Lawrence Zbikowski

Appointment:

Associate Professor of Music and the Humanities in the College

Education:

Ph.D., Yale University, 1991

Contact:

Office: Goodspeed 207
Phone: (773) 702-8788
Email: larry@uchicago.edu

Website:

http://zbikowski.uchicago.edu/

Lawrence Zbikowski’s principal research interests involve applying recent work in cognitive science (especially that done by cognitive linguists and cognitive psychologists) to various problems confronted by music scholars, with a particular focus on music theory and analysis. His recent seminars have focused on relationships between music and language, on theories of embodiment and their relationship to musical knowledge, and on musical time. He also teaches analysis courses that deal with a range of music, which lately have focused on music of the 18th and 19th centuries. During 2010–2011 he received a fellowship from the American Council of Learned Societies and was also a Fulbright Visiting Research Chair at McGill University; both awards were in support of a book project concerned with developing a cognitive grammar of music.

Recent Courses Taught

  • Words and music (seminar)–Winter 2014
  • Analysis of song—Autumn 2013
  • History of music theory II—Winter 2013
  • Musical embodiment (seminar)–Spring 2012
  • Music and gesture (seminar)—Spring 2010

Selected Works

  • “Dance Topics I: Music and Dance in the Ancien Régime.” In The Oxford Handbook of Topic Theory, ed. Danuta Mirka (New York: Oxford University Press, 2014).
  • “Listening to Music,” in Speaking of Music: Addressing the Sonorous, ed. Keith Chapin and Andrew H. Clarke (New York: Fordham University Press, 2013): 101–119.
  • “Remembering Music,” Dutch Journal of Music Theory 17: 3 (2012): 137–154.
  • “Music, Dance, and Meaning in the Early Nineteenth Century,” Journal of Musicological Research 31:2–3 (2012): 147–165.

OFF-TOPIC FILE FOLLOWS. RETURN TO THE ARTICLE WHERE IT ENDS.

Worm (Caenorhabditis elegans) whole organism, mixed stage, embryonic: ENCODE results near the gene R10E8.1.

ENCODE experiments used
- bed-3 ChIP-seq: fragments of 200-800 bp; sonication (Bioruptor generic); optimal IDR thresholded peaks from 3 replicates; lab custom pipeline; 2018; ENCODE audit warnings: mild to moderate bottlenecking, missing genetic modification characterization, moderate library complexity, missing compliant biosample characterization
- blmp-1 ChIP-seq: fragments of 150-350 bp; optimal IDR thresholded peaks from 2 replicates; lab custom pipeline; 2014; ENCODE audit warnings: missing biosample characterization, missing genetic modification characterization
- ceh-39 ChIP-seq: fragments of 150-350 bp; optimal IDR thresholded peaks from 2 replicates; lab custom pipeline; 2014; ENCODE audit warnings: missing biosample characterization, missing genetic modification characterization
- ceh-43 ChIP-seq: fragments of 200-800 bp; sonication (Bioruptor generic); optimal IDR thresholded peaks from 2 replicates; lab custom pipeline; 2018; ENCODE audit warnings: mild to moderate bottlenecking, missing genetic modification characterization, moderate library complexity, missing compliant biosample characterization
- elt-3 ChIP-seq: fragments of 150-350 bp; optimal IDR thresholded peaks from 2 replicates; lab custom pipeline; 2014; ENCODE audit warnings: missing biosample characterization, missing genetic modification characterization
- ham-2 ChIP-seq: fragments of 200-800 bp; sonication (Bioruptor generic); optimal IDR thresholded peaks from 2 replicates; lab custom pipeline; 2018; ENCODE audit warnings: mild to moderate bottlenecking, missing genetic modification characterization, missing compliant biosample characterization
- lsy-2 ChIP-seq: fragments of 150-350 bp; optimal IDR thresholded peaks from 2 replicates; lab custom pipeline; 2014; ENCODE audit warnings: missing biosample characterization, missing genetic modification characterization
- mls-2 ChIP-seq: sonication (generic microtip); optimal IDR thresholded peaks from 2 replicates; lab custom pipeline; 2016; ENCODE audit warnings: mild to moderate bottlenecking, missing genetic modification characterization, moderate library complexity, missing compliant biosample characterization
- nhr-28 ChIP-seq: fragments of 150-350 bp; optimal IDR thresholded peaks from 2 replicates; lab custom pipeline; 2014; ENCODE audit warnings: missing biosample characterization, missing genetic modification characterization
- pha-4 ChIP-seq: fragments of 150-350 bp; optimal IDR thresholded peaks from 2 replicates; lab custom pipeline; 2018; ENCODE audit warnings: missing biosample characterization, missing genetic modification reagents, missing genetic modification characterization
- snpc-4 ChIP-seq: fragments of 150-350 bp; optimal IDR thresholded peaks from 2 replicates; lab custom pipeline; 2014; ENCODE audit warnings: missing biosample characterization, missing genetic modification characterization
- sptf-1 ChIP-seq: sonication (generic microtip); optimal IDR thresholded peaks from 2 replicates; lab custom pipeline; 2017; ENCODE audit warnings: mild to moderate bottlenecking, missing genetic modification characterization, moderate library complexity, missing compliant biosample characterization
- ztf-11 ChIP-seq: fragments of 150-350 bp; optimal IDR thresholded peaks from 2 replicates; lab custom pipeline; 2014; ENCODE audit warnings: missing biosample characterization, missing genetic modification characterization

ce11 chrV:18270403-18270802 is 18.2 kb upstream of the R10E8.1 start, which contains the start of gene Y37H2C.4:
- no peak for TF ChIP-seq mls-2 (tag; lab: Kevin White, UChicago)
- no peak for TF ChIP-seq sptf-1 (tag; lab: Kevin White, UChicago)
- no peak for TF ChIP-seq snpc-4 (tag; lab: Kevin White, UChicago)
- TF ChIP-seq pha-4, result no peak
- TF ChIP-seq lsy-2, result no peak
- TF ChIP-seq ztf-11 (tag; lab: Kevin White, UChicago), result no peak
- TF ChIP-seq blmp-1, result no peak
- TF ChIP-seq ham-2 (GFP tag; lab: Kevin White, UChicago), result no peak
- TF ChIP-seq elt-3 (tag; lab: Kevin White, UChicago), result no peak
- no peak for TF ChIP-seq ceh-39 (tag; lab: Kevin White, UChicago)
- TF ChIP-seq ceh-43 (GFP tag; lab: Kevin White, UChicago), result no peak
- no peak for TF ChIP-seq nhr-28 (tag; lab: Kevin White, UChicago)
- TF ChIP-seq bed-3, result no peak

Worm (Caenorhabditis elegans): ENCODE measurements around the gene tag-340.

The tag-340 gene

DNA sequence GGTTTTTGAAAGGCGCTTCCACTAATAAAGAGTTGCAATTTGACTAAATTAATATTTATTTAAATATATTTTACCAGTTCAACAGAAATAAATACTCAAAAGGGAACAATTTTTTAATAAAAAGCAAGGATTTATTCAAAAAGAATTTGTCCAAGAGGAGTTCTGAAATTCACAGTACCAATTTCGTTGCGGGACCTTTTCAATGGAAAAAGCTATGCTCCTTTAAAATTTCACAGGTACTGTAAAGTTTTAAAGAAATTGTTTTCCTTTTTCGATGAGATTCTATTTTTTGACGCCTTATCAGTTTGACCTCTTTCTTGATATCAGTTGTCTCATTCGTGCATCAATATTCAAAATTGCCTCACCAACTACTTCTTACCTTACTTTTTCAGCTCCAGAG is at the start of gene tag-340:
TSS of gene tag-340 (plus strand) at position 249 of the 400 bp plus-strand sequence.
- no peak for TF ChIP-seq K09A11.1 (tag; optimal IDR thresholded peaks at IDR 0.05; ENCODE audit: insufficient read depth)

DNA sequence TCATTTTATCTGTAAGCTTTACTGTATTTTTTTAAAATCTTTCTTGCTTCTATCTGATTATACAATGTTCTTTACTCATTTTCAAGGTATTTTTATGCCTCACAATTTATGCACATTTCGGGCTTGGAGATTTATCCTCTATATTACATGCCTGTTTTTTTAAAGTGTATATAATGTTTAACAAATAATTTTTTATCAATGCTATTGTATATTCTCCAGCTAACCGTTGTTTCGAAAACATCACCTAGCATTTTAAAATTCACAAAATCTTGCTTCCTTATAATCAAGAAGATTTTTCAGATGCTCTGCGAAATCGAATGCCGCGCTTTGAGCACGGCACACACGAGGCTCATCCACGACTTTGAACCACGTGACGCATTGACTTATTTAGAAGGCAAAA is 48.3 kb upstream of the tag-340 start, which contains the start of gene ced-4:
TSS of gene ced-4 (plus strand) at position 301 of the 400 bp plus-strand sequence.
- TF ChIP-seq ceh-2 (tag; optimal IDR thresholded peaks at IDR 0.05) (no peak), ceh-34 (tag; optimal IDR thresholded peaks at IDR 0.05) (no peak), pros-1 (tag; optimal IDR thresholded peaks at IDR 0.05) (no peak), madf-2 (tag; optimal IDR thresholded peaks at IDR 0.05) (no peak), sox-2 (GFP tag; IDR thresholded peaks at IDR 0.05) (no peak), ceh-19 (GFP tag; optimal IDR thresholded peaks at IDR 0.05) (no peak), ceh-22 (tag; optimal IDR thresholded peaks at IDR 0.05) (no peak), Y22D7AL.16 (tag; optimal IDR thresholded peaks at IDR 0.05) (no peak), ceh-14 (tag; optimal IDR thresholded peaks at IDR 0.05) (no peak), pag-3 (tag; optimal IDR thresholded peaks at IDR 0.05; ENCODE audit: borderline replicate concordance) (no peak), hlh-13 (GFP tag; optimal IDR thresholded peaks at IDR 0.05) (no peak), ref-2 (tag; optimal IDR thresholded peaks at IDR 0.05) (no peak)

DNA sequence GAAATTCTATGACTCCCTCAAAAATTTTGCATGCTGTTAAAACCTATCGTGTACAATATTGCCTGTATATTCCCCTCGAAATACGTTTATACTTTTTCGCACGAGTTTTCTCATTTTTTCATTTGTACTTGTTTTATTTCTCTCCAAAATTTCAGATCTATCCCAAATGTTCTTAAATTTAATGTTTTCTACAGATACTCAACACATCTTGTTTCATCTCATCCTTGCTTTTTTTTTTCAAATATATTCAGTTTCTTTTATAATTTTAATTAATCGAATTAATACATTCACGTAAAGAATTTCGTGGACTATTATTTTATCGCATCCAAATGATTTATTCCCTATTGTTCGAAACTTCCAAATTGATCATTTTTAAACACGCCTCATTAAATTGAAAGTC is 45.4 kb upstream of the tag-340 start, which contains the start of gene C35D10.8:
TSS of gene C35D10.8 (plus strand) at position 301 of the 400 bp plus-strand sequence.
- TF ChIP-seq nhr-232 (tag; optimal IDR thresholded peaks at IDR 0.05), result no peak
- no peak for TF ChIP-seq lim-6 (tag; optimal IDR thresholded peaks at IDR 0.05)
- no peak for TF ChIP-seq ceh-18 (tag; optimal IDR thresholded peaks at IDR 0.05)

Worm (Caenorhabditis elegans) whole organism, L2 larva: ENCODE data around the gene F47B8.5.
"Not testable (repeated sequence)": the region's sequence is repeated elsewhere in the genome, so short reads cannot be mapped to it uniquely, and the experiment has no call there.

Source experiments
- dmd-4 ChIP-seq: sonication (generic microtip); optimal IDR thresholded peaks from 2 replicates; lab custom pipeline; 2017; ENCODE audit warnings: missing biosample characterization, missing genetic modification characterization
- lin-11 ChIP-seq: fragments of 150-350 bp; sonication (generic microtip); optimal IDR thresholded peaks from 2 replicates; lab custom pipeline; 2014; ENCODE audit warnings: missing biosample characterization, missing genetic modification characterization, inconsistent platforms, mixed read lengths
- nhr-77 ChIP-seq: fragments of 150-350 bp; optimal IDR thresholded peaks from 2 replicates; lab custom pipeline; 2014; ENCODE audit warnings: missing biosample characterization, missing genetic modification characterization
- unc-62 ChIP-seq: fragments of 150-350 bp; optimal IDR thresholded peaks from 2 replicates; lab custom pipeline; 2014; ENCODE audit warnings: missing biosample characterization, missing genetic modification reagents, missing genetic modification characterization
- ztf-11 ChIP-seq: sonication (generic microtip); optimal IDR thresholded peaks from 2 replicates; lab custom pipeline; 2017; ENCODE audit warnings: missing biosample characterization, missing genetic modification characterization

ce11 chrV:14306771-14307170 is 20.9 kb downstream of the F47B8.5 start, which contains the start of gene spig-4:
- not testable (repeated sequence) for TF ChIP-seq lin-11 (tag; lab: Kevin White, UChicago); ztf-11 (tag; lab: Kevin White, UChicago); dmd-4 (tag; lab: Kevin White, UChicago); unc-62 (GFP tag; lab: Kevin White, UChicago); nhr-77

• “Music, Language, and What Falls in Between,” Ethnomusicology 56/1 (Winter 2012): 125–131.
  • “Music and Movement: A View from Cognitive Science,” in Bewegungen zwischen Hören und Sehen: Denkbewegungen über Bewegungskünste, edited by Stephanie Schroedter (Würzburg: Königshausen & Neumann, 2012): 151–162.
  • “Music Theory, Music History, and Quicksand,” Music Theory Spectrum 33/2 (Fall 2011): 226-228.
  • “Music, Language, and Kinds of Consciousness.” In Music and Consciousness: Philosophical, Psychological, and Cultural Perspectives, edited by Eric Clarke and David Clarke (Oxford University Press, 2011): 179–192.
  • “Musical Gesture and Musical Grammar: A Cognitive Approach,” in New Perspectives on Music and Gesture, ed. Anthony Gritten and Elaine King (Ashgate Publishing Ltd., 2011): 83-98.
  • “Metaphor and Music.” In The Cambridge Handbook on Metaphor, edited by Ray Gibbs, Jr. (Cambridge University Press, 2008): 502–524.
  • “Dance Topoi, Sonic Analogues, and Musical Grammar: Communicating with Music in the Eighteenth Century.” In Communication in Eighteenth Century Music, edited by V. Kofi Agawu and Danuta Mirka (Cambridge University Press, 2008): 283–309.
  • Conceptualizing Music: Cognitive Structure, Theory, and Analysis. New York: Oxford University Press, 2002. This book was winner of the Society for Music Theory’s 2004 Wallace Berry Award.